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Research at Mass General
Vibrio cholerae is the cause of cholera, a severe, rapidly dehydrating diarrheal illness. Much of the world’s population lives in areas without safe drinking water and is vulnerable to cholera. Cholera is endemic in many areas where it disproportionately affects children, and also occurs in large epidemics, such as the devastating epidemic that has followed the introduction of cholera into Haiti in 2010. Our research is focused on host-pathogen interactions and the innate and adaptive immune response to Vibrio cholerae, cholera vaccines, and in the area of susceptibility to cholera. We are invested in highly collaborative studies with a number of collaborators in the U.S. and in Bangladesh and Haiti where cholera is endemic.
The Harris & LaRocque Laboratory is committed to training of investigators at all levels of experience, and to collaborations that enhance clinical and research capacity in areas where cholera and other enteric infections are endemic.
Jason Harris, MD, MPHDr. Harris is an Associate Professor of Pediatrics at Harvard Medical School and a Pediatric Infectious Disease Attending at Massachusetts General Hospital and MassGeneral Hospital for Children in Boston, Massachusetts. Dr. Harris received his MD from Duke University and MPH from the Harvard School of Public Health. He completed his residency training at the Massachusetts General Hospital and a fellowship in pediatric infectious disease at Boston Children's Hospital. Dr. Harris is a Fellow of the American Academy of Pediatrics and a Fellow of the Infectious Diseases Society of America, and certified by the American Board of Pediatrics in general pediatrics and pediatric infectious diseases.
Dr. Harris is a physician-investigator with a National Institutes of Health funded research program in the areas of host-pathogen interactions in Vibrio cholerae infection and cholera vaccines. Dr. Harris has published over 75 peer reviewed journal articles and chapters. His group has been working in collaboration with investigators at the International Centre for Diarrhoeal Disease Research in Dhaka, Bangladesh (since 2003) and in collaboration with investigators at Partners In Health / Zanmi Lasante in Haiti (since 2010). Currently work in the Harris Laboratory is focused on:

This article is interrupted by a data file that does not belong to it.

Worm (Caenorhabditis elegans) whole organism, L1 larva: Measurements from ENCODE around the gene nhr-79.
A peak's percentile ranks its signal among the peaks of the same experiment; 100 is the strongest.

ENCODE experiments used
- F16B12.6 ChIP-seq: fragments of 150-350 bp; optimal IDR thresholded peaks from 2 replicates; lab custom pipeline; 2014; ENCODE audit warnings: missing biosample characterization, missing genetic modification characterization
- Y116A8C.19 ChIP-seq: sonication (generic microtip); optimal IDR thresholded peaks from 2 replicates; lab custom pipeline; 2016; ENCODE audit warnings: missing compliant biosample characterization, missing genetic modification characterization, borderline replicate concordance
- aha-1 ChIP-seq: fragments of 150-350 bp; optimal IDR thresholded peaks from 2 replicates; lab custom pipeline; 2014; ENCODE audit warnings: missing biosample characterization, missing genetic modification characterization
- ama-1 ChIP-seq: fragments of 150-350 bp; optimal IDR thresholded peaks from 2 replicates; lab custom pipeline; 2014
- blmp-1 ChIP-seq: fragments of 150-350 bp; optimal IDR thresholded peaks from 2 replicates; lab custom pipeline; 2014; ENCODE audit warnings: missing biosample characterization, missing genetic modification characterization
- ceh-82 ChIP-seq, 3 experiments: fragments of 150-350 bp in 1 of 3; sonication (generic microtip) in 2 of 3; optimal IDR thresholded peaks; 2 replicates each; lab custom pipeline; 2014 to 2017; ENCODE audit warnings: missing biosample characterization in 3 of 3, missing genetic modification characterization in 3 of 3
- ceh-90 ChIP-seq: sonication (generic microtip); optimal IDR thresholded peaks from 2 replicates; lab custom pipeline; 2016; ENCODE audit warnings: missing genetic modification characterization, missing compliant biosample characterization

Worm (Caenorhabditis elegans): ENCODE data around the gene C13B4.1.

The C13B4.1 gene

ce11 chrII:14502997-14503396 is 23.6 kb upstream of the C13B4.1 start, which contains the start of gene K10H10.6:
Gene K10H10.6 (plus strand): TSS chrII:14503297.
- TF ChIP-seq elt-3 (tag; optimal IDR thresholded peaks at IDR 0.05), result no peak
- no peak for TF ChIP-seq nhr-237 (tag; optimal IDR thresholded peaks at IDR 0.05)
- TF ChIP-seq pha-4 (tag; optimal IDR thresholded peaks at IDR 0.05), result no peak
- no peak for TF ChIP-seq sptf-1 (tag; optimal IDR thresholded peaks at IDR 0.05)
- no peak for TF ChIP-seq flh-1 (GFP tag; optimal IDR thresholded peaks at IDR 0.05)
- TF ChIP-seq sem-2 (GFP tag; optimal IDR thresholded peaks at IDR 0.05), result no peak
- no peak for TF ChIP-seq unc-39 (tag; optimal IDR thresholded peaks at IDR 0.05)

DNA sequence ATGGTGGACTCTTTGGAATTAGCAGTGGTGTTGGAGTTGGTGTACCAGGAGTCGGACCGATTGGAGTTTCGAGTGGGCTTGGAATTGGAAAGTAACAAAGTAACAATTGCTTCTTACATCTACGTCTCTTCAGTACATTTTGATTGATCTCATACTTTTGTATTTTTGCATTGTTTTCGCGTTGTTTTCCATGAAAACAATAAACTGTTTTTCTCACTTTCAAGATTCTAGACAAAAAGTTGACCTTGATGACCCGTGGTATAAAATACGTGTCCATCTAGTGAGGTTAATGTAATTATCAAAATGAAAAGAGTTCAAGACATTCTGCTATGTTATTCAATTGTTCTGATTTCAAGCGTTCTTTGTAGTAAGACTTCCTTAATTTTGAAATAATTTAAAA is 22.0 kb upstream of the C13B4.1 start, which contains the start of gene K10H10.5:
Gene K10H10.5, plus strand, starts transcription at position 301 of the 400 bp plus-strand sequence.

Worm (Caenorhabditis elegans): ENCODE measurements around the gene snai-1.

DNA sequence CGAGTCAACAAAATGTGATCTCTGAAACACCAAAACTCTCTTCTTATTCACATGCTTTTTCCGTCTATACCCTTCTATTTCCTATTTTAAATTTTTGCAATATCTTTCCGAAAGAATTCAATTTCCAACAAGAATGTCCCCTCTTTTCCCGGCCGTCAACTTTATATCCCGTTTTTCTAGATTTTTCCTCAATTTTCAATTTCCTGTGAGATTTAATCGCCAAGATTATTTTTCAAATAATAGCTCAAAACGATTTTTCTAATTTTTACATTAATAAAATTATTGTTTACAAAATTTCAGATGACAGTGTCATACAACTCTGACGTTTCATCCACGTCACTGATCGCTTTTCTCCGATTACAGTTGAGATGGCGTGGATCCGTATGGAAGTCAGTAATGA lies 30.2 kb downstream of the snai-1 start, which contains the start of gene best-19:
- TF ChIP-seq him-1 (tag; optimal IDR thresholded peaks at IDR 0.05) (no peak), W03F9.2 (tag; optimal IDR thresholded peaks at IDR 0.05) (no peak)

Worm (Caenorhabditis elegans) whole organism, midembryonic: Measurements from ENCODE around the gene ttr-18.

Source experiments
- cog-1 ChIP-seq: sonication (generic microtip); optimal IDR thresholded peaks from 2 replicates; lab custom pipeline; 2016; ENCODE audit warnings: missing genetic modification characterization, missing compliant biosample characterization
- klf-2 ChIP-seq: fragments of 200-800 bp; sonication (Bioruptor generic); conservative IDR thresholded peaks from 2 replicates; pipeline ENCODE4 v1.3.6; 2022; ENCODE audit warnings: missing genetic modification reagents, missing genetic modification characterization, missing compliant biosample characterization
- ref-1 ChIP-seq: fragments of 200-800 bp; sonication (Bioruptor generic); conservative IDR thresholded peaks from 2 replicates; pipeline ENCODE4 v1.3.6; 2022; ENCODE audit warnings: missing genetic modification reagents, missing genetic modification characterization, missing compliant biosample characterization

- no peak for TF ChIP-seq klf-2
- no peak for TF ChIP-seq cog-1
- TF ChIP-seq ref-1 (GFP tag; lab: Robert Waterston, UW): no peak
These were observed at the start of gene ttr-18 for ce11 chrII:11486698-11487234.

In addition to his research, Dr. Harris maintains an active clinical practice, with clinical interests in bacterial infections, enteric infections, and vaccines.
Regina LaRocque, MD, MPHAlong with other colleagues in the Infectious Diseases Division, Dr. LaRocque collaborates with the International Centre for Diarrhoeal Disease Research in Dhaka, Bangladesh (ICDDR,B) on a large field study of Vibrio cholerae infection in an endemic setting. Her particular interest is the identification of human genetic factors that relate to the risk of cholera in the Bangladeshi population. The group has published a number of studies in support of this work. Among family members of cholera patients enrolled in the field study, the group observed that individuals who were first-degree relatives of an index case had significantly higher odds of being infected with V. cholerae than less closely related individuals in the same household. The group also performed a candidate gene association study of five genes in 76 pedigrees from the study population in Bangladesh. They found that a variant in the promoter region of LPLUNC1 was significantly associated with cholera. LPLUNC1 is a member of a family of evolutionarily conserved innate immunity proteins that is a member of the bactericidal/permeability-increasing protein and LPS-binding protein superfamily. In follow-up studies, the group demonstrated that LPLUNC1 is expressed in Paneth cells of cholera patients and that it modulates innate immune responses to V. cholerae LPS. Most recently, the group identified novel associations between cholera and a group of innate immunity genes that show evidence of natural selection in the Bangladeshi population.
Dan Bourque, MD
Brie Falkard, PhD
Ana Weil, MD
Leslie Mayo-Smith, BS
Antibodies secreted at the mucosal surface are thought to be the critical mediators of protection against cholera and other enteric pathogens. Current projects include ongoing studies of human B cell responses to Vibrio cholerae infection and cholera vaccination in Haiti and in Bangladesh. We have shown that infection induces long lasting memory B cell responses which are associated with protective immunity. Some of our current work is focused on the use of single cell methods to evaluate early B cell responses in patients and other work is focused on responses to oral cholera vaccines.
It is likely that a number of factors influence susceptibility to cholera and enteric infection. These include prior exposure, nutritional status, colonization with other microbes, and innate immune factors. We are interested in the intrinsic host and environmental factors in household contacts of patients with cholera that predict protection as well as genetic factors that influence susceptibility to cholera and other infections.
We are working on clinical and in vitro studies to understand the human innate immune response to Vibrio cholerae, and, in turn, how these host-responses impact the pathogen and other communal organisms in the small intestine.
Harris & LaRocque LaboratoryMassachusetts General Hospital 55 Fruit Street Gray Building, 5th Floor Boston, MA 02114
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